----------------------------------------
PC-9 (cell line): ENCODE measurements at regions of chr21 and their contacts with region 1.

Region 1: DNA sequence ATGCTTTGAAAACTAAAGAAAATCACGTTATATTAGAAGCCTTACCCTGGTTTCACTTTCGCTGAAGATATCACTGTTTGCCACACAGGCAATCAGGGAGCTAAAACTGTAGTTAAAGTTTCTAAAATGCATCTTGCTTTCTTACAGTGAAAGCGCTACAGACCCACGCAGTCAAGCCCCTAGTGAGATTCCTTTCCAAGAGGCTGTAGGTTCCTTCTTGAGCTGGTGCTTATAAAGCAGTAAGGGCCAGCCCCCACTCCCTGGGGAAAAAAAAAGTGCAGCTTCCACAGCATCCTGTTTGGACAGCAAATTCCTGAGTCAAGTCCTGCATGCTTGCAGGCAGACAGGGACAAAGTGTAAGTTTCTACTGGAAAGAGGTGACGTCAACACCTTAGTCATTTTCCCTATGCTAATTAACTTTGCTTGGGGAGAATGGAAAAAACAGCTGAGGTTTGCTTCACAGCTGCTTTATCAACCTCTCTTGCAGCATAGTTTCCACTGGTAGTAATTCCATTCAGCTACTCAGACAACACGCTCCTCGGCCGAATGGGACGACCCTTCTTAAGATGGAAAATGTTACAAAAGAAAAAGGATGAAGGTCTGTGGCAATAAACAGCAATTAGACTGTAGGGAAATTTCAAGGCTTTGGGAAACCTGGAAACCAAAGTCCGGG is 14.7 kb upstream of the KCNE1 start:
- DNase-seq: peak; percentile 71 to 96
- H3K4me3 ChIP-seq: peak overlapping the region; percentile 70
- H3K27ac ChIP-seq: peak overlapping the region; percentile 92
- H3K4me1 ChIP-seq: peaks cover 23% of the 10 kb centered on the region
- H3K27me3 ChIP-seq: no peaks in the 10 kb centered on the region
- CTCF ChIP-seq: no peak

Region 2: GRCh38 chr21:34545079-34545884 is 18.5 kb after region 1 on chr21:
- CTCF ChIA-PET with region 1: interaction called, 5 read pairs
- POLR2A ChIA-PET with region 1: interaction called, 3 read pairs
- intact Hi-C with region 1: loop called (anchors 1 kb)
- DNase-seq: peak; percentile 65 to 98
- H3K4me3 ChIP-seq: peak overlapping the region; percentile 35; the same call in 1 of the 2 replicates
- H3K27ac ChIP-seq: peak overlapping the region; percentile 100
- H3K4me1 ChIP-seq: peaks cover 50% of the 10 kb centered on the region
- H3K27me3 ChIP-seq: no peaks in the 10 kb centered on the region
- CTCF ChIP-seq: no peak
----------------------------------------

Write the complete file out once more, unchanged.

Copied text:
PC-9 (cell line): ENCODE measurements at regions of chr21 and their contacts with region 1.

Region 1: DNA sequence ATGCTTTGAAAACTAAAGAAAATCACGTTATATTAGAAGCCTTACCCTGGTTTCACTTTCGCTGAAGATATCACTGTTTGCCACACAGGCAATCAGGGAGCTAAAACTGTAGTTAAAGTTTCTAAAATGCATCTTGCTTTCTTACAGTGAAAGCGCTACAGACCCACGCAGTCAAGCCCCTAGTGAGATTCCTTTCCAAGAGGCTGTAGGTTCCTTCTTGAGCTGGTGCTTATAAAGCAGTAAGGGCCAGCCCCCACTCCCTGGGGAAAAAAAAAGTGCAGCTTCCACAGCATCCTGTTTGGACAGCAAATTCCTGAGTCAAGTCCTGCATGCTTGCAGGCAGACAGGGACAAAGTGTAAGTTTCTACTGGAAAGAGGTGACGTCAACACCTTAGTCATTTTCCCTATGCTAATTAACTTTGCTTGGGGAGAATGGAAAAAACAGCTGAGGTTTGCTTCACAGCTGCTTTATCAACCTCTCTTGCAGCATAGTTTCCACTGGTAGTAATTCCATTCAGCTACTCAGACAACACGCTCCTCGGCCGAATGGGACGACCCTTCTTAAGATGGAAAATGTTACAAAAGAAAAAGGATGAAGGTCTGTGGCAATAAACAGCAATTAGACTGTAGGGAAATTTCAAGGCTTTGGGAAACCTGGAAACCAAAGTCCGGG is 14.7 kb upstream of the KCNE1 start:
- DNase-seq: peak; percentile 71 to 96
- H3K4me3 ChIP-seq: peak overlapping the region; percentile 70
- H3K27ac ChIP-seq: peak overlapping the region; percentile 92
- H3K4me1 ChIP-seq: peaks cover 23% of the 10 kb centered on the region
- H3K27me3 ChIP-seq: no peaks in the 10 kb centered on the region
- CTCF ChIP-seq: no peak

Region 2: GRCh38 chr21:34545079-34545884 is 18.5 kb after region 1 on chr21:
- CTCF ChIA-PET with region 1: interaction called, 5 read pairs
- POLR2A ChIA-PET with region 1: interaction called, 3 read pairs
- intact Hi-C with region 1: loop called (anchors 1 kb)
- DNase-seq: peak; percentile 65 to 98
- H3K4me3 ChIP-seq: peak overlapping the region; percentile 35; the same call in 1 of the 2 replicates
- H3K27ac ChIP-seq: peak overlapping the region; percentile 100
- H3K4me1 ChIP-seq: peaks cover 50% of the 10 kb centered on the region
- H3K27me3 ChIP-seq: no peaks in the 10 kb centered on the region
- CTCF ChIP-seq: no peak